When your teen has been diagnosed with anxiety or depression, it’s worth spending some time thinking about how different areas of their life may be able to support them.
School is an important consideration because it’s where teens spend most of their days. School is a place to promote sticking with as it meets both their academic and their social needs. You may wonder, “What support could I expect from the school if my teen has been diagnosed with anxiety and depression?”
If school is their happy place and puts them in their zone, then brilliant! Keep going.
If you suspect school may be part of the problem – and I’m not laying blame at the feet of either your teenager or the school; it is what it is – then it is time for you to have a conversation with the school.
First of all
Book an appointment with your teenager’s doctor (without your teen there) and discuss their anxiety or depression, and the possible support available. If you think it’s useful, ask for a doctor’s note to excuse your teen from school for a week while you get things sorted.
Phone the school and tell them your teenager will be away for a week. Find out who you need to talk to directly. You need a liaison staff member to contact all their teachers for work they can cover while they’re missing. Bear in mind that this staff member is likely to be a dean of your teenager’s academic year, and they may not know your son or daughter personally.
Make an appointment to talk with this person – either by phone or in person. This will be an essential conversation to have because you’ll be looking to see if school is a viable way forward for your teenager. Schools are busy places, and ringing a teacher out of the blue with the expectation that they’ll be on your wavelength is an unfair assumption to make. This is a critically important conversation for everyone going forward, so treat it importantly right from the start by making space for it to happen.
Be really clear about how the school can help you and your teenager
Clearly ask for:
- A safe space your teenager has access to when things are too much
- Work to be sent home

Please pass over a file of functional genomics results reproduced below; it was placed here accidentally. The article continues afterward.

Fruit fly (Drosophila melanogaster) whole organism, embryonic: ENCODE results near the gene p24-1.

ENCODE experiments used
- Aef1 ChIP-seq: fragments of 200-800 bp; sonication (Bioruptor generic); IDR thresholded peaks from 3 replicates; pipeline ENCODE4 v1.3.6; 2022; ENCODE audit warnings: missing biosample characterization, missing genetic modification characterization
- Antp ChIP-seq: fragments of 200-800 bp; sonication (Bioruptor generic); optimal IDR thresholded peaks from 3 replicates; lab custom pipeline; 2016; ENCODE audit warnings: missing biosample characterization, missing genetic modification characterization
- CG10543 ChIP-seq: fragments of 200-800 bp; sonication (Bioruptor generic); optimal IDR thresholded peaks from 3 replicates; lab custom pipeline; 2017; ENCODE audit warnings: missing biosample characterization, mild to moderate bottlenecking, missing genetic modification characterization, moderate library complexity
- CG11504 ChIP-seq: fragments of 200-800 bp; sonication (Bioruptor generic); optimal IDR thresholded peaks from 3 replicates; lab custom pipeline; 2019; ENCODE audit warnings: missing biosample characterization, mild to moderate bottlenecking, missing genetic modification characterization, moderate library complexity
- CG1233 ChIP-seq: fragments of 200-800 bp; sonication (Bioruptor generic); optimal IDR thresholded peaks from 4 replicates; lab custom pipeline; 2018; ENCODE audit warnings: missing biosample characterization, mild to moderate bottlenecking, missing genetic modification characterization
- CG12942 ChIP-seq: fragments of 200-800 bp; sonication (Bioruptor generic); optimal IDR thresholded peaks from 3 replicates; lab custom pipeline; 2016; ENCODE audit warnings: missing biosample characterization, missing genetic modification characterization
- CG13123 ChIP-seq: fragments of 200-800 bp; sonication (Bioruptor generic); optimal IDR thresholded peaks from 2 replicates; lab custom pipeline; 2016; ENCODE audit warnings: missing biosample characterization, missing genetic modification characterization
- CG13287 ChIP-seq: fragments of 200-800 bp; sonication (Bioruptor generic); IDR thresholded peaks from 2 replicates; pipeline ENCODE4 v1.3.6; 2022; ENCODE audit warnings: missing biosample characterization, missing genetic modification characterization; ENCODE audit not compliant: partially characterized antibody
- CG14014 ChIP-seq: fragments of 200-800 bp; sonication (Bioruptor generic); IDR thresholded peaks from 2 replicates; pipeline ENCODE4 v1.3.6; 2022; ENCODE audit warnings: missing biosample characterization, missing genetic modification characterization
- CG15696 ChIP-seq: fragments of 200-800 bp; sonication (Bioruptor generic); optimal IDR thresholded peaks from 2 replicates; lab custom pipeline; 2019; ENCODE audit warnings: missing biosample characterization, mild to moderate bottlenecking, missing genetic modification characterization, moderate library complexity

- Dates for non-negotiable assessments, set by NCEA in New Zealand
Schools are large and busy places
The clearer you can be with your requests to the school, the easier their job becomes. When you have reached an agreement with them, do your very best to stick to your end of the arrangements. And if the arrangements still aren’t working out, make another appointment to jointly work out a way forward.
Enlist all the help and support you can get from the school and make sure you keep the channels of communication open and transparent.
Schools will help as much as they can, and you can expect them to be supportive problem solvers with you. Your teenager is not their problem to fix. At the end of the day, your teenager is your teenager, not theirs. And as their parent, you will be the person who is living with the consequences and life path of the decisions made during their teenage years.
Have a read of this article, Anxiety, depression and making sure your teenager doesn’t fall behind at school for more ideas about how to manage your teenager and school.
Before you have this important conversation with the school, get yourself into the right mindset. If it’s helpful, book a virtual coffee with me.
I’ll listen to your concerns and help you structure your requests so that when the time comes, you’ll be able to ask for what you need. Keep in mind that mental wellness is equally as critical as physical wellness. If your teenager had fallen out of a tree and broken their leg, there would be no problem making adjustments to their schooling. Anxiety and depression deserve the same accommodations.